For millions of drug addicts, life is a vicious cycle of recovery and relapse. Drugs such as cocaine trigger the brain to churn out dopamine, a chemical that gives the "high." Now research with mice shows that dopamine production can also be stimulated by extreme stress, and that may be what leads recovering addicts to take more drugs.
In the last decade, researchers studying a range of addictive drugs have come to the same conclusion: Addiction and relapse are somehow linked to dopamine production. In previous work, neuroscientist Robert Malenka of Stanford University in Palo Alto, California, discovered that cocaine amplifies the neural signal that leads to dopamine production.
Curious to see if other kinds of drugs have the same effect, Malenka and researchers from the University of California, San Francisco, dosed mice with uppers (cocaine, amphetamines, and nicotine) and downers (morphine and ethanol). After 24 hours, the team collected thin slices of the midbrain, where dopamine is produced, applied an electrical current to simulate the passage of a brain message, and measured the strength of resulting synaptic signals. All five drugs, they found, had temporarily boosted the signal that triggers dopamine production by almost twofold.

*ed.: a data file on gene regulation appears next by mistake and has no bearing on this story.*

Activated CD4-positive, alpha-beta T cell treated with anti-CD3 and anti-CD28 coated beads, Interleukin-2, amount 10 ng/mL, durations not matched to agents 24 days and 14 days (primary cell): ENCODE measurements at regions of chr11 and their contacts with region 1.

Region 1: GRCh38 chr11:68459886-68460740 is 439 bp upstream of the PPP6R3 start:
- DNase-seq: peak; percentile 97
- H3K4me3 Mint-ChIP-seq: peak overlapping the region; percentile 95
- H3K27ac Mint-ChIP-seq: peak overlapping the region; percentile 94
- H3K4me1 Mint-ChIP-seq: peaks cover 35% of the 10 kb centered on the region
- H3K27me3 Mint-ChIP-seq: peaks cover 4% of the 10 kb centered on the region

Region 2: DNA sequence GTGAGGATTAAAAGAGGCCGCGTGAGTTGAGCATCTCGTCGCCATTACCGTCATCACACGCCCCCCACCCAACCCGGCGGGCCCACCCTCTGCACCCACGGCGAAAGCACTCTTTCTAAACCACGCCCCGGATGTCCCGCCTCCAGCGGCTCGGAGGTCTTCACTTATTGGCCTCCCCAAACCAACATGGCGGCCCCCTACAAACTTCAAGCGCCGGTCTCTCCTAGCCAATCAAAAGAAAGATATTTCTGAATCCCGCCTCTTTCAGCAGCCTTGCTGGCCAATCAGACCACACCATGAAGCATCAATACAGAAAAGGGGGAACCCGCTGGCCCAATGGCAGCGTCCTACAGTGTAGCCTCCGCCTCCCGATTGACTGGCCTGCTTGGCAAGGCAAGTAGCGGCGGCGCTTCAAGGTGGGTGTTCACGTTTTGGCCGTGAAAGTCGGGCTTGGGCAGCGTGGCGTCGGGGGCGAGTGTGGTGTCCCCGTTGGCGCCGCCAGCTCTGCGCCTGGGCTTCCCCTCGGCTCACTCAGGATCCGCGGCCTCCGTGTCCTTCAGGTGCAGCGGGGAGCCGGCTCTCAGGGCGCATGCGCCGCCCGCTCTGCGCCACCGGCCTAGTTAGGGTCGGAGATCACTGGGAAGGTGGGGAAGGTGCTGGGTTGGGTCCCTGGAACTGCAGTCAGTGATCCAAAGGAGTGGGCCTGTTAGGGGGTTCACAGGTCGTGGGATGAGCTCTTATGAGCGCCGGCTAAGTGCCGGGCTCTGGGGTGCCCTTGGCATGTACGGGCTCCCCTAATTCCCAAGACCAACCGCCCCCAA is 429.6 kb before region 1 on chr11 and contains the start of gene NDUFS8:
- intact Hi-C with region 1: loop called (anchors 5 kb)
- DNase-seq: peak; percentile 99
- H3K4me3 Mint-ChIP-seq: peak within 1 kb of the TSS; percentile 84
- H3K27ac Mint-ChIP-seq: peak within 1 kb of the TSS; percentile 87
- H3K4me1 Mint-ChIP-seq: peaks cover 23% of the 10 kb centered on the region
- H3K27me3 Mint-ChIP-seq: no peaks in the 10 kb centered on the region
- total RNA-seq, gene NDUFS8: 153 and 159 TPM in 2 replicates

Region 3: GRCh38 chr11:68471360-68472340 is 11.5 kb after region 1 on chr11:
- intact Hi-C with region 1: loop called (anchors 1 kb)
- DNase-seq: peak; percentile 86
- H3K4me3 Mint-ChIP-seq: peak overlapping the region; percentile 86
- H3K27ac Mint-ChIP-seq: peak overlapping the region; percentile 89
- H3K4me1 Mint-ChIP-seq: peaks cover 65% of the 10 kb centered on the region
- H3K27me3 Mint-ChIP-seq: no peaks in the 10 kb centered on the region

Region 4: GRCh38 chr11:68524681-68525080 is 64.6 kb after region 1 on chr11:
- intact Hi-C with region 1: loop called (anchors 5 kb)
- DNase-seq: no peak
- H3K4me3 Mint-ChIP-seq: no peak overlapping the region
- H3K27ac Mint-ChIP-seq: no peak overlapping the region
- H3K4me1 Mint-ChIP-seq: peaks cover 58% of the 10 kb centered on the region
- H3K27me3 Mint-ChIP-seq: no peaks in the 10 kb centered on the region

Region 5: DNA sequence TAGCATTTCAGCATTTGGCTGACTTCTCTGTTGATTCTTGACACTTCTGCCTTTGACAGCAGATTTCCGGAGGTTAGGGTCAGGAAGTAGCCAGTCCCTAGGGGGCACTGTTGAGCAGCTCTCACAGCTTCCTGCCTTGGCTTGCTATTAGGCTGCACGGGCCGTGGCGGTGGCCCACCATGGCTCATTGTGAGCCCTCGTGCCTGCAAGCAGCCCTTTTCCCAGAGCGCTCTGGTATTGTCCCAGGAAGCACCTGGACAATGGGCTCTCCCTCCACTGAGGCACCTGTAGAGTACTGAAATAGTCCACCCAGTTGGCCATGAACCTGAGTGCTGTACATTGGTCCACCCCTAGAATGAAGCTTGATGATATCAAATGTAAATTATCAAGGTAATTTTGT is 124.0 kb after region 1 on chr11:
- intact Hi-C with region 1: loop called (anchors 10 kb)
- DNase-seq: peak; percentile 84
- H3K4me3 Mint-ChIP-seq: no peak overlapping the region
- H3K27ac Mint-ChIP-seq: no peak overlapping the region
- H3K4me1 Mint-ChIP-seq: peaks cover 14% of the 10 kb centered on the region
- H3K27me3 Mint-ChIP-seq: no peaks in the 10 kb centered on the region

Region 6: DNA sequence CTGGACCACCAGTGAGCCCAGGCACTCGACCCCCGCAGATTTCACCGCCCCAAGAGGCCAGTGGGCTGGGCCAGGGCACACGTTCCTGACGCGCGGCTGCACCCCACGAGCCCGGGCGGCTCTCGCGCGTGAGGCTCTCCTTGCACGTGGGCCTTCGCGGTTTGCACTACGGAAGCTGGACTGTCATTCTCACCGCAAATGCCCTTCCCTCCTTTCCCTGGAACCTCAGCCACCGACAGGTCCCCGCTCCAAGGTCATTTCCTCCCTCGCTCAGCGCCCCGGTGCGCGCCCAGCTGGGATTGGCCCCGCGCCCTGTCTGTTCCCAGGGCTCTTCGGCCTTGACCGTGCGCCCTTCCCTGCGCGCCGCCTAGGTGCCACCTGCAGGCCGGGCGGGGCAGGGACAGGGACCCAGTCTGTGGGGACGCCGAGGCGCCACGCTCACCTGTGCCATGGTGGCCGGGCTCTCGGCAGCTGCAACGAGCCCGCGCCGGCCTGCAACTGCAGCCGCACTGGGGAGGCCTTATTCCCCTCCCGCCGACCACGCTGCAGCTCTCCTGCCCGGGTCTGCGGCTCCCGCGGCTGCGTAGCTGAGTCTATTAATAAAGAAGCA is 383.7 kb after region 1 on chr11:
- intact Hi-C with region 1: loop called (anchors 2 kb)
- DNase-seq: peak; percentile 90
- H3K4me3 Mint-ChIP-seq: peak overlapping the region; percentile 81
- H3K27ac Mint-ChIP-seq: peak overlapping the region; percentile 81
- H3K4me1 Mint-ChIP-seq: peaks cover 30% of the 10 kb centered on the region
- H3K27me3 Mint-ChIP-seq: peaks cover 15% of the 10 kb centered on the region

The team then evaluated the effects of another known trigger for drug abuse and relapse--extreme stress. They had normal mice swim in frigid water; brain samples collected 24 hours later showed amplified synaptic signals for dopamine, as if the mice had taken a dose of cocaine. Then the team used a chemical to block the body's response to stress, and the mice endured the swim without a surge of dopamine, as the authors describe in 20 February issue of Neuron. Repeated exposure to stress and drugs makes the brain churn out dopamine too easily, Malenka says, and that may explain why stress often leads to relapse among drug abusers.
The fact that stress and five very different drugs caused the same effects means we're "on to something fundamental about the biology of addiction," said neuroscientist Julie Kauer of Brown University in Providence, Rhode Island. The research backs up her belief that addictive drugs alter brain chemistry, perhaps permanently.